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Horseshoe Casino Baltimore

Floura Teeter provided design and construction administration for the streetscape and entertainment plaza at the new $442 million Caesar’s Horseshoe Casino, located in South Baltimore.

Located on a former brownfield site, the streetscape features specialty paving and extensive street tree and foundation plantings and will define the site vocabulary for the entire corridor. The entry sequence, which includes valet parking drop off and pick up and a 4,000-space parking garage, conveys the excitement of arriving at a world-class gaming facility. The flexible plaza space serves as a venue for both planned events and informal gatherings. The plaza is adjacent to dining terraces and serves to both screen and engage dining patrons.

The design blends the scale of the building architecture with the scale of the parking garage to create a space that will anchor the casino development and serve as a terminus for future development in this area, a designated entertainment corridor. The project achieved LEED Gold certification.

Project Category:
Hospitality
Location:
Baltimore, MD
Client:
Caesar’s Entertainment
Architect/Engineer:
ka, inc.
Contractor:
Whiting Turner

Notable project features include:

Numerous awards, including Urban Land Institute Wavemaker Award, a USGBC Wintergreen award and a Baltimore SmartCEO Skyline award.

Local significance as the first piece in a redevelopment plan that activates the southern gateway to the Inner Harbor; a corridor that includes two Major League sports facilities.

Notable sustainable design efforts, including extensive plantings that far exceeded requirements and compliance with Chesapeake Habitat Protection Critical Area requirements.

Due to its location on a former industrial site and designated brownfield, extensive soil testing was required and it was determined that existing soil could not be used. In response, a special soil specification was developed and manufactured soil was brought in from offsite and used throughout the site.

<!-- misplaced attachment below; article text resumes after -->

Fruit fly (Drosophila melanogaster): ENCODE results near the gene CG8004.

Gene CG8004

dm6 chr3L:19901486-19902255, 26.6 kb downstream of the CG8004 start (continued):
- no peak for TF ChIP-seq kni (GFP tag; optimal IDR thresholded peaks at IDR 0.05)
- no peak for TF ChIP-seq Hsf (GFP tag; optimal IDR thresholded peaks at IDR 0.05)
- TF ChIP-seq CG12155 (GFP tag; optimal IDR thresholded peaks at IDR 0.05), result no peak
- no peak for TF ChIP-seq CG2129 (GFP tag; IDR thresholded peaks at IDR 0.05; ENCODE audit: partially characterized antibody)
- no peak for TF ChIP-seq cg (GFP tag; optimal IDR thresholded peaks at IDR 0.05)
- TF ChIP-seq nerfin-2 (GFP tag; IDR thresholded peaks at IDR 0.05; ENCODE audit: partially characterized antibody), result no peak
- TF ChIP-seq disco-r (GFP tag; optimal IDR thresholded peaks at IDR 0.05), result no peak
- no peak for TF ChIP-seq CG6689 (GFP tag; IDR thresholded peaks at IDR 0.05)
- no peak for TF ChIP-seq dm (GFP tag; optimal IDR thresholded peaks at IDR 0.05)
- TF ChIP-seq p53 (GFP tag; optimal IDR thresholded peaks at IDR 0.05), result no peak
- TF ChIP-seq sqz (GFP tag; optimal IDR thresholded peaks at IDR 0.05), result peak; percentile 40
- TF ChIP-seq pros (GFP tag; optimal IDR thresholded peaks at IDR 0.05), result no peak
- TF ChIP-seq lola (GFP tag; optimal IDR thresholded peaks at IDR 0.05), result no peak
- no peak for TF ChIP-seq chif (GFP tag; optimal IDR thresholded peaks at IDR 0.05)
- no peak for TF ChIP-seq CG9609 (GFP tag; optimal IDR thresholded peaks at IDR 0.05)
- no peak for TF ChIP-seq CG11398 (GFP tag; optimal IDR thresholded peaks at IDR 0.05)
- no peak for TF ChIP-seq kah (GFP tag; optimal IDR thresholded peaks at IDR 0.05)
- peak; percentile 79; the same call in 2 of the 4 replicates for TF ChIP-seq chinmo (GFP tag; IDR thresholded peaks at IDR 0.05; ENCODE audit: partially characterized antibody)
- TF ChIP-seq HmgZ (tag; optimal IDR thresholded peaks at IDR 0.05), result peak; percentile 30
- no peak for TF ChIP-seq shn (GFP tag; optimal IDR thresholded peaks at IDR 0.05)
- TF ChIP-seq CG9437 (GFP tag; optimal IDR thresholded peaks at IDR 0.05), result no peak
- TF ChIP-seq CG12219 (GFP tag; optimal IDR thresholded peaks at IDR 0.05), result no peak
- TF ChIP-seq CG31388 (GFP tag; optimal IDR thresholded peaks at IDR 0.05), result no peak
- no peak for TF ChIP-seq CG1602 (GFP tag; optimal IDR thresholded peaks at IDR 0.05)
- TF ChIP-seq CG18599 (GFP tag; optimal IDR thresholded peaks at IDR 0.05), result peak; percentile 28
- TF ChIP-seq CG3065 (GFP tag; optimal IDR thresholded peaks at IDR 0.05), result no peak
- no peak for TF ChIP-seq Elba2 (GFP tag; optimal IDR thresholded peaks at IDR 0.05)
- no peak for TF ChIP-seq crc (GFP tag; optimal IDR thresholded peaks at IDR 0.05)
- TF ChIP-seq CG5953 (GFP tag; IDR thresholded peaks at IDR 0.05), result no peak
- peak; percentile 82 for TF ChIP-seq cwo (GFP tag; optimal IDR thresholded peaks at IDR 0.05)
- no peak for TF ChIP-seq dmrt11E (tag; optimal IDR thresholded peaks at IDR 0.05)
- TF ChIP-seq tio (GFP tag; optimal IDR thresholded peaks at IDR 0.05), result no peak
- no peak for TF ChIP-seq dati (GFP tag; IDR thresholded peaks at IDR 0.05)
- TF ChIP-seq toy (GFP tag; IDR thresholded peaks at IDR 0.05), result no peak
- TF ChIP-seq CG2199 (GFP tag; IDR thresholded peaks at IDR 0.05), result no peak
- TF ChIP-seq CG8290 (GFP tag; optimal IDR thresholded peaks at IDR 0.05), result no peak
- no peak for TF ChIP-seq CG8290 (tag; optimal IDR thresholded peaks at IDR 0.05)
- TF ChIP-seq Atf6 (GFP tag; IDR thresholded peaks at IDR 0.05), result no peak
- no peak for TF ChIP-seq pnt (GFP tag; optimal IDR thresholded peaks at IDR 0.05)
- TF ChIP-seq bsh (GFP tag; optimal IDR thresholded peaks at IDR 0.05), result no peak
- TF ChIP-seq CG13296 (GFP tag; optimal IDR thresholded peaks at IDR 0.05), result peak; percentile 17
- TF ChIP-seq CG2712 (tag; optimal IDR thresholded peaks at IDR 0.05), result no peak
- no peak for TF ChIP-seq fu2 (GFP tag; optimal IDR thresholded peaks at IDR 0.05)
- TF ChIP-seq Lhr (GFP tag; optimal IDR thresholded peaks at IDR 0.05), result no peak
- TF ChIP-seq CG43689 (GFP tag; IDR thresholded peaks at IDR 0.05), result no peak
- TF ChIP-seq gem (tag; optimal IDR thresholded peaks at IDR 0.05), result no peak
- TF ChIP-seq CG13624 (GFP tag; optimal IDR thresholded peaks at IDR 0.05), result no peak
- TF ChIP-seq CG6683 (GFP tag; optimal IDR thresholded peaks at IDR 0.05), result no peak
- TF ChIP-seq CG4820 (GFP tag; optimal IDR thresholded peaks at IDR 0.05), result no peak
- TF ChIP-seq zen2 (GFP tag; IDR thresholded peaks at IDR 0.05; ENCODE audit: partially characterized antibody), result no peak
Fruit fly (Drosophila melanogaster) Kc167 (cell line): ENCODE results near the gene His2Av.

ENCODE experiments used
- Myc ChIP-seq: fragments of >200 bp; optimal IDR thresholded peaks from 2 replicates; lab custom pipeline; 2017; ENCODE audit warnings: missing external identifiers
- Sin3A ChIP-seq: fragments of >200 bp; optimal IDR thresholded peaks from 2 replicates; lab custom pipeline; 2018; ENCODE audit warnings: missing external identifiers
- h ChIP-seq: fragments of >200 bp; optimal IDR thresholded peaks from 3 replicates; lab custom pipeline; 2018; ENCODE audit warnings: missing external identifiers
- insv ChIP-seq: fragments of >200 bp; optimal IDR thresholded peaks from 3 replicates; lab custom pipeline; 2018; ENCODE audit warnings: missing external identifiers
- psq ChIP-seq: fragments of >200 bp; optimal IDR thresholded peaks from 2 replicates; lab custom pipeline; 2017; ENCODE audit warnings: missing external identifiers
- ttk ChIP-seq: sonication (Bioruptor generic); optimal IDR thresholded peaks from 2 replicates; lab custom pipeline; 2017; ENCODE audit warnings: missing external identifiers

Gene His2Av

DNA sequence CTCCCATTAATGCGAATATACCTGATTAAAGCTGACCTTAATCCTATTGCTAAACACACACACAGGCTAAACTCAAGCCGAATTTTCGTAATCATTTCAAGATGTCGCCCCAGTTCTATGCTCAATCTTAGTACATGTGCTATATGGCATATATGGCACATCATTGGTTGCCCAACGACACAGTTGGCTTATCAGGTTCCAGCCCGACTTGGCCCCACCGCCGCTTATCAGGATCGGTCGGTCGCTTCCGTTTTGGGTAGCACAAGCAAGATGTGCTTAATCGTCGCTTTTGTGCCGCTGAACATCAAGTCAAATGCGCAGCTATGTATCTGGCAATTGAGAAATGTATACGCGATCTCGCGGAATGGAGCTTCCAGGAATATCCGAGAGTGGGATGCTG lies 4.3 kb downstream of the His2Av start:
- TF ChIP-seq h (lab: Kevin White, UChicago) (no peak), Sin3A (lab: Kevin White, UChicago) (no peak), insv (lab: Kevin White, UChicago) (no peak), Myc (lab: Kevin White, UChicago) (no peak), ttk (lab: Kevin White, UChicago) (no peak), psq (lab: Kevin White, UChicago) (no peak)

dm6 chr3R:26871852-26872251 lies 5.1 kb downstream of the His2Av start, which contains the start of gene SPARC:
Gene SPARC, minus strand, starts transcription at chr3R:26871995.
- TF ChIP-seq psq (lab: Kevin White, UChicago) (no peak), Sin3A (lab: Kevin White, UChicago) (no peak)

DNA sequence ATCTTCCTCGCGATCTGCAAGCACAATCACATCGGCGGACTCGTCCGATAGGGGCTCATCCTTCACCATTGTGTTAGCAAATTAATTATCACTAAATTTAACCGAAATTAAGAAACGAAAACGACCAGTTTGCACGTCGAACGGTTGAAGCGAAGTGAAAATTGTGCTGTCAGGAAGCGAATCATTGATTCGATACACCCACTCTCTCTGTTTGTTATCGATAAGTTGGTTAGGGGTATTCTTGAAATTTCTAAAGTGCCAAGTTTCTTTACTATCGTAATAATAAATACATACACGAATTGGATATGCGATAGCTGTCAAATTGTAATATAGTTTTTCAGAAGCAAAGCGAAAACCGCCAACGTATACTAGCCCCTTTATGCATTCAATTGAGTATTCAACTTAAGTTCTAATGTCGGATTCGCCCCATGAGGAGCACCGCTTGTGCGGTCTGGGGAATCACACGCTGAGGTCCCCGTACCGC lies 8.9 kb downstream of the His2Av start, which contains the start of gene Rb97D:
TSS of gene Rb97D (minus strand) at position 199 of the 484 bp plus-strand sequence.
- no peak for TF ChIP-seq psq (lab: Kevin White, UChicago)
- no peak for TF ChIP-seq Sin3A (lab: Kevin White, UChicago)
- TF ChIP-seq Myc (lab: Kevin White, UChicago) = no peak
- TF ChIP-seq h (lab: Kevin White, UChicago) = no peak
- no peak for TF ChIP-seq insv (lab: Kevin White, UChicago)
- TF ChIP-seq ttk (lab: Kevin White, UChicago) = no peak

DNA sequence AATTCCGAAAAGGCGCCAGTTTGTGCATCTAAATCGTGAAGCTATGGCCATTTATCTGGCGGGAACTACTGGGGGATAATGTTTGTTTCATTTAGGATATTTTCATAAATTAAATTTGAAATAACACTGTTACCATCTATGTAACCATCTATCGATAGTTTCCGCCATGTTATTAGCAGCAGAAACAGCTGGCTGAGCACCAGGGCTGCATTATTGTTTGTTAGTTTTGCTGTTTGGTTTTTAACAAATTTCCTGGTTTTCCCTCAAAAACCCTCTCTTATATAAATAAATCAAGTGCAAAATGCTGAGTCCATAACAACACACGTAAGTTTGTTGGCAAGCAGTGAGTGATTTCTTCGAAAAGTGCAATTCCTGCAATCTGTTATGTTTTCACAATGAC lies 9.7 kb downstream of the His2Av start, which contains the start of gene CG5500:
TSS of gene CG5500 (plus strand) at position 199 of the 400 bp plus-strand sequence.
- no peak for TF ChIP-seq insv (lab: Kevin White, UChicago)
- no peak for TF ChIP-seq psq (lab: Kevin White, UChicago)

A sustainable project, the project was designed to meet LEED Silver standards including the use of native plants and capturing water for reuse for irrigation. Ultimately the project achieved LEED Gold certification. Adjacent to the Patapsco River’s Middle Branch, the site is located in the Chesapeake Habitat Protection Critical Area and also had to meet all requirements associated with this designation. Additional sustainable features include a water collection system collecting from the parking garage’s roof, recycled irrigation water and a highly-reflective roof to reduce “heat island effect.”

Floura Teeter also relocated utilities found in many of the tree pits, and advocated for 4” of soil to be removed and replaced to install trees, as opposed to the 2” contractors initially excavated.

As a 335,000 SF facility with a 4,000-space parking garage located along a 6-lane roadway, it was important for the design to bring a human scale and sensibility to the hospitality project.

Strategically-selected and placed plantings serve as a buffer from the road and work with streetscape elements and specialty paving to create a pedestrian zone along the street where none existed before. Additionally, the plantings, paving detail and street furniture provide human scale to the surrounding architecture.

The casino is the first piece in a redevelopment plan that will serve as the southern entrance into Baltimore City. This planned entertainment corridor is anchored by the casino at one end and M & T Bank Stadium (home of the Baltimore Ravens NFL team) at the other. As the anchor for this planned entertainment district, it was critical for the casino to set a dynamic and welcoming tone.

The final project design features a plaza that integrates the garage and building while creating harmony for the future entertainment district. Paving patterns unify all pedestrian zones within and around the casino and establish the streetscape character well beyond the project site.

Finally, the planting design was crafted to accommodate the juxtaposition of the Gwynns Falls Trail natural area that winds through the park behind the garage with a highly urbanized site used by a high volume of people. Screen planting effectively mitigates the ground level and enhances the park landscape.

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